This causes the centrist intellectual defenders of the system--those who claim to be most versed in Catholicity and Catholic truth--to collude in its lies, secrets, and silence.  Even this very week, just as I was publishing my comments on Maciel and what we now all know about John Paul II's protection of Maciel, a lively discussion broke out at one of major centrist Catholic blog sites in the U.S., in which leading American Catholic intellectuals are continuing to ask if there's any evidence that John Paul knew of Maciel's criminal activities, and that John Paul deliberately protected John Paul.  Even now, given all we've learned in the past several years that definitively lays that question to rest for many of us (and makes us certain beyond a doubt that John Paul II did know of Maciel's crimes and shielded his friend), the very best we have in American Catholicism, our intellectual leaders of the center, continue to want to argue about that matter!  And to give the institution and its leaders the benefit of the doubt.

How can we possibly get down the road towards healing the institution, and dealing with the pastoral needs of the huge numbers of Catholics who are currently disaffected from the church, if we continue colluding with church officials as they play these games?  How can we imagine that all of the airy claims we make about the truth of Catholic doctrine are in any sense at all compelling, when there are such obvious lies hidden right in the institutional center making those high claims about the truth of its teaching?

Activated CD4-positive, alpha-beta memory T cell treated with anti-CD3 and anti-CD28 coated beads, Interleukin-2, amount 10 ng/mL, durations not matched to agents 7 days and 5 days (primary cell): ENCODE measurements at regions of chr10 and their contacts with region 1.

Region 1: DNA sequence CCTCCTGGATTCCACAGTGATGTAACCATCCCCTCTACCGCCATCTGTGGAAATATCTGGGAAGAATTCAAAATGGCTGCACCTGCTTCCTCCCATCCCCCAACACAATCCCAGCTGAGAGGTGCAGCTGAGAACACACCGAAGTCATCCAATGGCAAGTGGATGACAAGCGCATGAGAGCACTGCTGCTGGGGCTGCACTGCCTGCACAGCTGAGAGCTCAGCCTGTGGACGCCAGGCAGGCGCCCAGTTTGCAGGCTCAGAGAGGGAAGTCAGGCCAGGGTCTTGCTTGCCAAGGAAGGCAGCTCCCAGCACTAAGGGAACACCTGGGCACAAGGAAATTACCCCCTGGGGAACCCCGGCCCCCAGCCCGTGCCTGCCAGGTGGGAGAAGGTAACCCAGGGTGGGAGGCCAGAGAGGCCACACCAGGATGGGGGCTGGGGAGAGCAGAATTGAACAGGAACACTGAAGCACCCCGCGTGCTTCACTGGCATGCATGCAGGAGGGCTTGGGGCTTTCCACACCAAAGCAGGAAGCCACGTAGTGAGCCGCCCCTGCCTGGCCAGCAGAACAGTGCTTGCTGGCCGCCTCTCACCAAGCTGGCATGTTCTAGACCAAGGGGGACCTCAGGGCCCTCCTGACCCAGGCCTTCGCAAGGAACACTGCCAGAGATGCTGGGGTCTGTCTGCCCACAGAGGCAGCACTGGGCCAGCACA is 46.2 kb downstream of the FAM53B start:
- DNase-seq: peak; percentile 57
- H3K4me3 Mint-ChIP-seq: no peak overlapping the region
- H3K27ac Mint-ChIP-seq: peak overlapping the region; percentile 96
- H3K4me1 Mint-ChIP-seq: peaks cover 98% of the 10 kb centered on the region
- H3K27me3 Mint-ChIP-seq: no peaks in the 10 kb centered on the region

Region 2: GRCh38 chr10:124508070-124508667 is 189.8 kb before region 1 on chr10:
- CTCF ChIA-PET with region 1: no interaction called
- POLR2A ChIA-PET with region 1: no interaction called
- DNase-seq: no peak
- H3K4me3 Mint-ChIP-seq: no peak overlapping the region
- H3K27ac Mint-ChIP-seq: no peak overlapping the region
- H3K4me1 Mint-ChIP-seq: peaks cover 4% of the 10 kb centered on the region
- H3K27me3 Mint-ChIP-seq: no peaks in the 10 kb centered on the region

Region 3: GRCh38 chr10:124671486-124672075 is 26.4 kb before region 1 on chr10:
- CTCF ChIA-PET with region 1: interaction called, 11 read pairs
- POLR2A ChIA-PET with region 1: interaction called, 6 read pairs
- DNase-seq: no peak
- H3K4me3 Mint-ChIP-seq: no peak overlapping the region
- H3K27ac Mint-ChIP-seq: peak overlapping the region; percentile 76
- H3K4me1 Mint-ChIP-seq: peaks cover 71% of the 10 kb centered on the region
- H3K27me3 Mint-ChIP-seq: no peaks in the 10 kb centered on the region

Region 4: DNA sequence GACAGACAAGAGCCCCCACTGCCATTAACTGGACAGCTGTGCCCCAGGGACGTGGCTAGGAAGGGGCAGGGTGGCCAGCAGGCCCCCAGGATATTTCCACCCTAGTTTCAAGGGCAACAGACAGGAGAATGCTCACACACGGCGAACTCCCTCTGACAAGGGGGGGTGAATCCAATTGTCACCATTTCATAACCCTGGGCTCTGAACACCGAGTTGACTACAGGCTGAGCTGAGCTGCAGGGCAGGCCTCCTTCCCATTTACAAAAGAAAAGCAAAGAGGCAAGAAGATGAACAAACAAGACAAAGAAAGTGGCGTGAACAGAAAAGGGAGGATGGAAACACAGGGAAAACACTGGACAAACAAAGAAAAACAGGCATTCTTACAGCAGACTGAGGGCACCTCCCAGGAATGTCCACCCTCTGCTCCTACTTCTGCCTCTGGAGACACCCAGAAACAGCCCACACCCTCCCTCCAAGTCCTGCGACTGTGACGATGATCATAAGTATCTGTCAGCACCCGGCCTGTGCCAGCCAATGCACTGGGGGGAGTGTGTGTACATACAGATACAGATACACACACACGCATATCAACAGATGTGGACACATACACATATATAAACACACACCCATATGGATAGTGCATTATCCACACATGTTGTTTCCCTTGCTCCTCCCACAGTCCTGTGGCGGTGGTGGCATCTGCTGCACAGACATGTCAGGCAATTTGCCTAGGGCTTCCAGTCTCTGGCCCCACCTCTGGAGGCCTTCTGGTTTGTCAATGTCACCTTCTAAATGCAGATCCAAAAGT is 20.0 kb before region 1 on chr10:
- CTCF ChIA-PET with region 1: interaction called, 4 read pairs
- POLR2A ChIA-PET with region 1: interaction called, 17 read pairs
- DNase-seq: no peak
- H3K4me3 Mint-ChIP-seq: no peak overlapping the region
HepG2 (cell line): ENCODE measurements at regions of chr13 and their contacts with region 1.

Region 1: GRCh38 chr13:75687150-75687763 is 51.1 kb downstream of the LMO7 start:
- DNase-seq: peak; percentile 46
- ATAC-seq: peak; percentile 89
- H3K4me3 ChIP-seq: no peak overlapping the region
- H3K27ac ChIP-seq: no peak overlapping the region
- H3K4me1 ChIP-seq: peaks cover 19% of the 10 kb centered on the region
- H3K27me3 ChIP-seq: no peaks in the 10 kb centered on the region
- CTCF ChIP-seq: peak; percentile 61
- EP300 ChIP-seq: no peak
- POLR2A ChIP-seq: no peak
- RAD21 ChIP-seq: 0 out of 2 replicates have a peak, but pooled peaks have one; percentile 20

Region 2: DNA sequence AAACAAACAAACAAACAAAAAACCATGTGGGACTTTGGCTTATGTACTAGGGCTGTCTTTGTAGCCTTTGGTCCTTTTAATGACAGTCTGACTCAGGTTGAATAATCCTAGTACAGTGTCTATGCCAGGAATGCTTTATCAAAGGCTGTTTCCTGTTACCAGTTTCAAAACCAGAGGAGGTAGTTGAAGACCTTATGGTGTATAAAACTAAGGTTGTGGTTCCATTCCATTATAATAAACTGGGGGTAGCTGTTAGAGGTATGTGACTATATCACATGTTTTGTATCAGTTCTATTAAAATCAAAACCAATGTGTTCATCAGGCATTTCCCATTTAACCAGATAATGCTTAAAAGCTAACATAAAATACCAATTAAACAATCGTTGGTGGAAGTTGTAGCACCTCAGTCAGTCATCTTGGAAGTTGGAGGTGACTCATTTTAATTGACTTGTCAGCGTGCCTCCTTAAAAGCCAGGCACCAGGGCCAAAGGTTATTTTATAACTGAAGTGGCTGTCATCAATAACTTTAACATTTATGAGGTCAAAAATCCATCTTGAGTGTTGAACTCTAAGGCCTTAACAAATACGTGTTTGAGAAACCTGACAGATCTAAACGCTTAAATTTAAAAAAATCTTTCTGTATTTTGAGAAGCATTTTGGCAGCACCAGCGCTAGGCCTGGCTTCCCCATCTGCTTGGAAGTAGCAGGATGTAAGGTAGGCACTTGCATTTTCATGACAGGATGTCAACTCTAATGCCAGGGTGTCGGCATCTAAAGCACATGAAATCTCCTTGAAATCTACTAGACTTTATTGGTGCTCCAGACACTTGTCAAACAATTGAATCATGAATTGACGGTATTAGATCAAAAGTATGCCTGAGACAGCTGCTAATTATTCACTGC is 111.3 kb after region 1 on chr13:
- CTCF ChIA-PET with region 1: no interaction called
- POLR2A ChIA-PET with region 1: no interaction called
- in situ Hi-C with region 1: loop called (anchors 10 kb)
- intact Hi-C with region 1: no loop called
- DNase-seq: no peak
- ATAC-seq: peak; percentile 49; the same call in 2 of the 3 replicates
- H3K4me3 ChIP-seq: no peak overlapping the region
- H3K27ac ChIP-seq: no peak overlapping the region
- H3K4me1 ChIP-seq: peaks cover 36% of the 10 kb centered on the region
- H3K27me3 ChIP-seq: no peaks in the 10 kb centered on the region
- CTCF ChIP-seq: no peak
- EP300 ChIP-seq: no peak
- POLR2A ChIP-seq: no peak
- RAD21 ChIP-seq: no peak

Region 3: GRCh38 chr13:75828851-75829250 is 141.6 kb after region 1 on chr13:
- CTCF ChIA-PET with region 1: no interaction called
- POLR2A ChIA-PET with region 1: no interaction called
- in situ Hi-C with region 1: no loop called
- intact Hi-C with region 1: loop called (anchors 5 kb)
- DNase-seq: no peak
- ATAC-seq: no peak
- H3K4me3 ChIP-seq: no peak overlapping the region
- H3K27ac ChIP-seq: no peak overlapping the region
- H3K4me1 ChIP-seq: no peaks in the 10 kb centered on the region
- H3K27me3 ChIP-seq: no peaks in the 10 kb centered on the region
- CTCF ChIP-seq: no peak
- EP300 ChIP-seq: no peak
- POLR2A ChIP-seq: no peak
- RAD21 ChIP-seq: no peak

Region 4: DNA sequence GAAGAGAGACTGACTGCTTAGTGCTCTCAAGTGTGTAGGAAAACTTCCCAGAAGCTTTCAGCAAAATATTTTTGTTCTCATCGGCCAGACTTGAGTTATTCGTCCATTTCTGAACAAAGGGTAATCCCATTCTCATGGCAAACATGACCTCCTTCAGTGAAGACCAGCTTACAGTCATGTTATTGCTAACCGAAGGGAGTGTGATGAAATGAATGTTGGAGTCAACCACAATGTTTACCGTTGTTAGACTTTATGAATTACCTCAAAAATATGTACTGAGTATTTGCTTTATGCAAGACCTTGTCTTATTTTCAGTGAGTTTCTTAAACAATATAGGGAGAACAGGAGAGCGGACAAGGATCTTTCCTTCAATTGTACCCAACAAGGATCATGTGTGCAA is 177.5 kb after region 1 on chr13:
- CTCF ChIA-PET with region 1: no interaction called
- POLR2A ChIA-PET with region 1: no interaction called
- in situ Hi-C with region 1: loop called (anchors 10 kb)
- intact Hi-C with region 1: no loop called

And then there's the question of the church's catholicity, which is a corollary of the question of the church's sacramentality: how can we honestly claim that we care very much at all about the many Catholics who have left and are continuing to leave the church--who are now pilgrims from and not pilgrims in the pilgrim church--when we continue to collude with the leaders of the church in ignoring or even attacking these brother and sister Catholics as threats to Catholic truth?  When they have every right in the world to ask that the church and its leaders tell the truth about matters like the abuse of minors, or the real-life sexual choices and behavior of priests?

We cannot credibly claim to be defenders of Catholic truth when we behave in ways that are grossly uncatholic and unpastoral.  And when we sell a brand called catholic that doesn't look or act like catholicity, but behaves like its precise opposite, more and more people will refuse to buy that brand--and should refuse to do so.

And there you have them: my wrap-up musings about the Weakland book.  From one of those Catholics who is now decidedly a pilgrim from the church and not in the church, whose words about these matters are highly unlikely to count in any circles of Catholic power anywhere in the world . . . .

The graphic is a bronze plaque of Weakland installed in the Milwaukee cathedral in 2002.  

For parts one and two of this series, see here and here.